Germany: Jewish Propaganda Losing its Grip
And 71 years after National Socialist Germany was overrun by Communist and “democratic” conquerors, 11 per cent of people questioned by the university researchers said Jews have too much influence in society.
Overall 12 per cent think Germans are by nature superior to certain other peoples [the original article did not specify further]. Other findings included four out of every ten people thinking Muslims should be prohibited from immigrating to the country and half of respondents in a survey of 2,240 people saying they feel like ‘foreigners in their own country.’
Thirty per cent claimed Germany had been ‘infiltrated by too many foreigners in a dangerous way.’ And three out of every five Germans believe migrants who have arrived in the country seeking sanctuary from war and terror are bogus. ‘They are not really at risk of any persecution in their home country” was the question they agreed with.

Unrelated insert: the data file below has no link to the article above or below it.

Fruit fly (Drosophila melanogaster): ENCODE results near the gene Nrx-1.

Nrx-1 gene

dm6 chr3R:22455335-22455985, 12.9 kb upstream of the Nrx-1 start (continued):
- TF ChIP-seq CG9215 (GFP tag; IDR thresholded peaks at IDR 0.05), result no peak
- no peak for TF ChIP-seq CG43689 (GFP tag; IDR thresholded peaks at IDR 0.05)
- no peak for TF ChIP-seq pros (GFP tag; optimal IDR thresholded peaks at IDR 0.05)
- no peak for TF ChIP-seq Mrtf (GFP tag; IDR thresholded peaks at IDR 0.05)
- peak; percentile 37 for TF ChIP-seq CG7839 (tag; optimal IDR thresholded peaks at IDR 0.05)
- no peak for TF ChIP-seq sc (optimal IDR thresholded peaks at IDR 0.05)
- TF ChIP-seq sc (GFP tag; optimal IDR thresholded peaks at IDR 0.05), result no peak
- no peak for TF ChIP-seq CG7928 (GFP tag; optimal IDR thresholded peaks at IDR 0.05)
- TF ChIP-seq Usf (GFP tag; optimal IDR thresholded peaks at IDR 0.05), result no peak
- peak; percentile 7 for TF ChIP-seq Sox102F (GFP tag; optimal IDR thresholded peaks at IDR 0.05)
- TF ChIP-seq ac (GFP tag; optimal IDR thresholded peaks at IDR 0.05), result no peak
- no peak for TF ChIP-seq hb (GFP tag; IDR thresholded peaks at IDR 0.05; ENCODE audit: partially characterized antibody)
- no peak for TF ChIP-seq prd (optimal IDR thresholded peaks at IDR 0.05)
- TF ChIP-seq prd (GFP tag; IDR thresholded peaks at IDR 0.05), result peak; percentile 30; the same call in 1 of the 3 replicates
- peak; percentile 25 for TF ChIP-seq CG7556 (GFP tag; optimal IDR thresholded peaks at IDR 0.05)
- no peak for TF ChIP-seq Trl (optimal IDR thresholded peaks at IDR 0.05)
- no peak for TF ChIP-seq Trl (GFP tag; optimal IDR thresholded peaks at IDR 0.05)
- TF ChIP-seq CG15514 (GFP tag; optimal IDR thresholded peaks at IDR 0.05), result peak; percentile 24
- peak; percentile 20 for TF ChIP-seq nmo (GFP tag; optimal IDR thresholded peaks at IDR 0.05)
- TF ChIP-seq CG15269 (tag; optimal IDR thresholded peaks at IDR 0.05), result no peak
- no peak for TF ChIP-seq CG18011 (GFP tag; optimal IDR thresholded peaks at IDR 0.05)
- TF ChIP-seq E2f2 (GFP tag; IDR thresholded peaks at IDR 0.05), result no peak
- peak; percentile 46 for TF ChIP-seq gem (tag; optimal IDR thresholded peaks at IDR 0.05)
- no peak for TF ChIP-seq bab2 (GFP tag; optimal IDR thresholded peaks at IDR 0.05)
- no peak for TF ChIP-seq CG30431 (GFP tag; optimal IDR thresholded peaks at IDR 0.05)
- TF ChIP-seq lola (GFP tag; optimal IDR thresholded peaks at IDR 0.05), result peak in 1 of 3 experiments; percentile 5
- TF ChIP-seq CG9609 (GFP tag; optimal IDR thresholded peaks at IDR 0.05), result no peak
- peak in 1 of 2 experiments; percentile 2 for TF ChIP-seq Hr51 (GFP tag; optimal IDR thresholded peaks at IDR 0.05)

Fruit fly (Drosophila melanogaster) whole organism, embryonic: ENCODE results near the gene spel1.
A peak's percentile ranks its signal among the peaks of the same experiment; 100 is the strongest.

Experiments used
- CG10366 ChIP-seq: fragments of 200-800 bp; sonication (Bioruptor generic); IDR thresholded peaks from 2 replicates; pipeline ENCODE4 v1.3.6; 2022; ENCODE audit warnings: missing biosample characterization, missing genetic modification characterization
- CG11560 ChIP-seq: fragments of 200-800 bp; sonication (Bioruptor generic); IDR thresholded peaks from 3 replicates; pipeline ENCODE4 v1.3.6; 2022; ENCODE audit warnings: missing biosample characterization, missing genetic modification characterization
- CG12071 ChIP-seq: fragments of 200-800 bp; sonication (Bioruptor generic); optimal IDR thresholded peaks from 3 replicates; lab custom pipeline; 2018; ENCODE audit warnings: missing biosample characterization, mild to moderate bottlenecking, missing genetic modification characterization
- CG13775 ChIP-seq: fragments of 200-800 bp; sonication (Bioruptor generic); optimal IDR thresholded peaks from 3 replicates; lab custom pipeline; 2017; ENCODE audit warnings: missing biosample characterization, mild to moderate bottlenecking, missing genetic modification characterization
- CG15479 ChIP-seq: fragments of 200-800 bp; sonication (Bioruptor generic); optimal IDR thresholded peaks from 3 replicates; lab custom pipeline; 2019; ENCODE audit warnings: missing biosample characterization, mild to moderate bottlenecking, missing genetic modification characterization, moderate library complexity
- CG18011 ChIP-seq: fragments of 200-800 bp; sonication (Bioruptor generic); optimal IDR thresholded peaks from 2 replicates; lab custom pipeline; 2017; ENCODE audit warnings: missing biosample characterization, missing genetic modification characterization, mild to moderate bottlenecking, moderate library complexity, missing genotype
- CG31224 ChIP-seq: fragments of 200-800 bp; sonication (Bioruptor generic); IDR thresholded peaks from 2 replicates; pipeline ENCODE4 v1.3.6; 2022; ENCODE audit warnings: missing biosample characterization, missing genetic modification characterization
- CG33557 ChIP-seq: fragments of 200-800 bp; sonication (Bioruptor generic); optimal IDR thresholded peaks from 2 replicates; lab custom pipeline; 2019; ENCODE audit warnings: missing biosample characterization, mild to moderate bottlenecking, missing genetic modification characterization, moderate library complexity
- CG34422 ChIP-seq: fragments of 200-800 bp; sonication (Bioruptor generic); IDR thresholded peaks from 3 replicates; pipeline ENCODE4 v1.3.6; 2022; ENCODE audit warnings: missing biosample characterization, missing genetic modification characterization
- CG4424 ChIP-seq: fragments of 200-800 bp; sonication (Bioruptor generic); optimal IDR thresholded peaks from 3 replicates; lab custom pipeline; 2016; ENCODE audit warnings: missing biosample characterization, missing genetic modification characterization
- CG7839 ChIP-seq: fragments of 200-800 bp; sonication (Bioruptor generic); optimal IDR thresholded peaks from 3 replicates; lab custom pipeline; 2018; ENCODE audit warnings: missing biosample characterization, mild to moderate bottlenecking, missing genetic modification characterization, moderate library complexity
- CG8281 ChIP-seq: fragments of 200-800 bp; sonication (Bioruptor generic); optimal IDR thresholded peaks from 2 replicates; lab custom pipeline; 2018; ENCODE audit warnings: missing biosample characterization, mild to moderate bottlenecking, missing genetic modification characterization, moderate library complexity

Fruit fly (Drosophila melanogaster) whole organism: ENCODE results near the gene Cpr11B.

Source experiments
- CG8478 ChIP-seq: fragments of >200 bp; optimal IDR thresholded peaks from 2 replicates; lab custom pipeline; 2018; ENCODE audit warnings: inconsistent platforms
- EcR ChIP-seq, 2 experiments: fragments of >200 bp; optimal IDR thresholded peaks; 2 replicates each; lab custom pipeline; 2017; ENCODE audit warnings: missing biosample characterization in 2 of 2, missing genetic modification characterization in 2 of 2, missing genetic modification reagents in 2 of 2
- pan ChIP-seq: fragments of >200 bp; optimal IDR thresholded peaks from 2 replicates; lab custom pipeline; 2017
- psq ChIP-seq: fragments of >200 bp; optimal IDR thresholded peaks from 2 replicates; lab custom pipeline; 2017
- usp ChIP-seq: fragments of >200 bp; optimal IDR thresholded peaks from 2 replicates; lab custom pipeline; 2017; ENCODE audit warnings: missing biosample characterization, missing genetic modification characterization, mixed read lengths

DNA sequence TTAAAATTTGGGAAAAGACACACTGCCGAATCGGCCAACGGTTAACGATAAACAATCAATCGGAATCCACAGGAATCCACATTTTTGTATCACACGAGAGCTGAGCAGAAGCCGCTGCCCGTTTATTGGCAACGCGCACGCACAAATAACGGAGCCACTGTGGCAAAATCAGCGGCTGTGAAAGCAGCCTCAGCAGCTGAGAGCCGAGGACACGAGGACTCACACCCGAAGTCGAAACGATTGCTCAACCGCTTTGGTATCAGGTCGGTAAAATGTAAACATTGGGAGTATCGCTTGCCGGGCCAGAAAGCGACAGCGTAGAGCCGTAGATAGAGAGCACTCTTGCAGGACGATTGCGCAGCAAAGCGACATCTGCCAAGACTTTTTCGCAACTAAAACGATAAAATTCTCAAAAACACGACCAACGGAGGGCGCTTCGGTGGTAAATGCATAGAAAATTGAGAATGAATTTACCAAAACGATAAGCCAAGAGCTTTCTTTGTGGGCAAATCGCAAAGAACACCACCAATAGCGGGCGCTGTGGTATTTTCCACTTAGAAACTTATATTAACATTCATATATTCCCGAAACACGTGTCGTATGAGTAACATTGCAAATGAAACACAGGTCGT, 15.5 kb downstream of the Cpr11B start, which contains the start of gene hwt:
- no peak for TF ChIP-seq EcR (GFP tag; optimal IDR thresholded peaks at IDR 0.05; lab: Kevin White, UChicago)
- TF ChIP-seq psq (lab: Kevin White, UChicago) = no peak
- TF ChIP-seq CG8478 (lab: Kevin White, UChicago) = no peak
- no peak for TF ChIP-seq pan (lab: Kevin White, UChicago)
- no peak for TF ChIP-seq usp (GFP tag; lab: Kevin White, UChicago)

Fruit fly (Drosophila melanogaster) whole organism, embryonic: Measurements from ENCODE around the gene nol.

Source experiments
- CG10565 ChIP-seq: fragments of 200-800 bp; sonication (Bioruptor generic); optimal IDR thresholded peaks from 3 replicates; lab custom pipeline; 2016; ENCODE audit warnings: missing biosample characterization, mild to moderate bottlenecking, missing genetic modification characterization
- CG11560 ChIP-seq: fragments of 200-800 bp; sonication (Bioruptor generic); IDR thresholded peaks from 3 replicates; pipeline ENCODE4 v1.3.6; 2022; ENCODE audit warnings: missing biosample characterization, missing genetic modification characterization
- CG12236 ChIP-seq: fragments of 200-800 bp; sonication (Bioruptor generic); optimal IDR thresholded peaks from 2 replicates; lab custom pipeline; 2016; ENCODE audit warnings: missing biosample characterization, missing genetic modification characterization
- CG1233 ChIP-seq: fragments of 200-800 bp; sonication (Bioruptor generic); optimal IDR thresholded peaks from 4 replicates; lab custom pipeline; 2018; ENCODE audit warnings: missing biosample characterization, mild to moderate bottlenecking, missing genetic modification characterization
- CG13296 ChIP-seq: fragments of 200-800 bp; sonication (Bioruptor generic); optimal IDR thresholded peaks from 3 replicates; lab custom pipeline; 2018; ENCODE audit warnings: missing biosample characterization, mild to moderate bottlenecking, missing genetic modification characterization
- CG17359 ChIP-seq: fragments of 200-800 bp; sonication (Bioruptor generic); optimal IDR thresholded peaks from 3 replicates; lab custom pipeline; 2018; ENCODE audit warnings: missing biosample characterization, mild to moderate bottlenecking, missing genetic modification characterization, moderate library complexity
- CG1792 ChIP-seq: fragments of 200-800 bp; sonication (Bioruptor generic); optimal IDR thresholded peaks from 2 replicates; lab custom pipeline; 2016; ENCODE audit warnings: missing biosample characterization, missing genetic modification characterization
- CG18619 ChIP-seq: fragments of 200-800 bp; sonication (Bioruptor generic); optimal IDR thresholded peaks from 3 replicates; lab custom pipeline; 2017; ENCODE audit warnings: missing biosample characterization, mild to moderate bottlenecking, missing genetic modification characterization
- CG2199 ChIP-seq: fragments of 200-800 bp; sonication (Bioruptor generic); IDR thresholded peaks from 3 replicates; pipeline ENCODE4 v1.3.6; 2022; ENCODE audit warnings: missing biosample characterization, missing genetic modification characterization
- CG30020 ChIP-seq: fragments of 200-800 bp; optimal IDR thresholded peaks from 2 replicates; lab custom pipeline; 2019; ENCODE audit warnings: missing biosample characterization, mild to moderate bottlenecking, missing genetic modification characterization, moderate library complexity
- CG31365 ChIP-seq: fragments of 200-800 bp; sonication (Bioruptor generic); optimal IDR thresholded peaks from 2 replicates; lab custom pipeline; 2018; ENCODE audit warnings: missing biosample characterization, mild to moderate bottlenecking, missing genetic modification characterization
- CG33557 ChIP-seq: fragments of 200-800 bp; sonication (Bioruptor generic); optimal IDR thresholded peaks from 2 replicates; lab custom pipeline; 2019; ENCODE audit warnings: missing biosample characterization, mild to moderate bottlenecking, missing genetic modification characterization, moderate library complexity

The study entitled ‘The uninhibited middle’ argues “extremist” thinking has become more acceptable in mainstream German society — and some Germans are actually daring to express the radical “extremist” idea that they should have their own country again.
The immigrant-critical Alternative for Germany (AfD) party delivered hammer blows to Chancellor Angela Merkel’s CDU conservatives in regional polls in March and looks set to send MPs into national government in the general election in the autumn of next year.
Report co-author Dr Elmar Braehler said ‘The potential for extreme right or populist right-wing parties is still higher than what electoral results have yet shown.’
The survey noted an increase in negative attitudes towards Gypsies, with half of respondents saying such people should be banned from city centres.
And attitudes toward perverts are moving in the opposite direction from those desired by the billionaire Jews and their politician employees: 40 percent of people said they found it ‘disgusting’ when homosexuals kissed in public — an increase of 15 per cent in a similar survey in 2011.
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Source: Mail Online